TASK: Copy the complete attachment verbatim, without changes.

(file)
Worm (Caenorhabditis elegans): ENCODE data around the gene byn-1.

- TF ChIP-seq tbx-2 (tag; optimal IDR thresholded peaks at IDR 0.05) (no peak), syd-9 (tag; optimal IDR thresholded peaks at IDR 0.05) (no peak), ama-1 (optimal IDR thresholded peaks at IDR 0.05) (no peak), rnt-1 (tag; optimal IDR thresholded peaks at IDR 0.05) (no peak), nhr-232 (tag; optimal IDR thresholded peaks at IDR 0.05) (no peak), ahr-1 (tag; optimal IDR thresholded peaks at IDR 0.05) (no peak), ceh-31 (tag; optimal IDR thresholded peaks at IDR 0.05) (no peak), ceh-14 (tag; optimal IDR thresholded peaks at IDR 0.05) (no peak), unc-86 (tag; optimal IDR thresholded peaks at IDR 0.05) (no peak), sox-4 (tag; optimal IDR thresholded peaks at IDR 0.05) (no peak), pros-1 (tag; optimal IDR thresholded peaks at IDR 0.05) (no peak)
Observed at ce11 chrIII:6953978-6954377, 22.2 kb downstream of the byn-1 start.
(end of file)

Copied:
Worm (Caenorhabditis elegans): ENCODE data around the gene byn-1.

- TF ChIP-seq tbx-2 (tag; optimal IDR thresholded peaks at IDR 0.05) (no peak), syd-9 (tag; optimal IDR thresholded peaks at IDR 0.05) (no peak), ama-1 (optimal IDR thresholded peaks at IDR 0.05) (no peak), rnt-1 (tag; optimal IDR thresholded peaks at IDR 0.05) (no peak), nhr-232 (tag; optimal IDR thresholded peaks at IDR 0.05) (no peak), ahr-1 (tag; optimal IDR thresholded peaks at IDR 0.05) (no peak), ceh-31 (tag; optimal IDR thresholded peaks at IDR 0.05) (no peak), ceh-14 (tag; optimal IDR thresholded peaks at IDR 0.05) (no peak), unc-86 (tag; optimal IDR thresholded peaks at IDR 0.05) (no peak), sox-4 (tag; optimal IDR thresholded peaks at IDR 0.05) (no peak), pros-1 (tag; optimal IDR thresholded peaks at IDR 0.05) (no peak)
Observed at ce11 chrIII:6953978-6954377, 22.2 kb downstream of the byn-1 start.